Pigs are like our children and we will fight to protect them as such. If there are 2 loving pig parents and the possibility y'all will not live happily ever after, try to come to some kind of agreement prior to the nastiness of a divorce to determine who will retain custody of the pig(s). Pets have been included in prenuptial agreements in the past, although typically this refers to cats and dogs, we are pig people, so we encourage you to take in consideration your pigs thoughts and feelings too. Of course, neither kids nor pets can be split into pieces and distributed between the disagreeing parties to a divorce. Therefore, judges are being presented with, and many are approving, shared animal custody or visitation rights for husbands and wives, domestic partners and even roommates when they are faced with pet custody disputes.
It can be big local news when a farmer is caught neglecting or abusing his farm animals. The local humane organizations and the animal control officer might show up and take the cattle, horses or sheep to a rehabilitator or foster home, but there usually isn’t a great deal of money involved. The situation is different, however, when some Fortune 500 company is accused of the same — that’s national news.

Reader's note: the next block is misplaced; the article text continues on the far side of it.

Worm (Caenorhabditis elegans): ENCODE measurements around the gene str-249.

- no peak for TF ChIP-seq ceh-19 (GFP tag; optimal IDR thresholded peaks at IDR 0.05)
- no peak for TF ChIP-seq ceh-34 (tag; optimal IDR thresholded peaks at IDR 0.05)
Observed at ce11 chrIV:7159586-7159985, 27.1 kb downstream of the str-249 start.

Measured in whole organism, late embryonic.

At one time, virtually no one had the resources to challenge a big company such as a billion-dollar, publicly held fast-food chain if one of these companies was caught treating food animals in an inhumane way. But now, very well-funded humane organizations and animal rights groups are pursuing (and winning) animal cruelty cases against these very large defendants.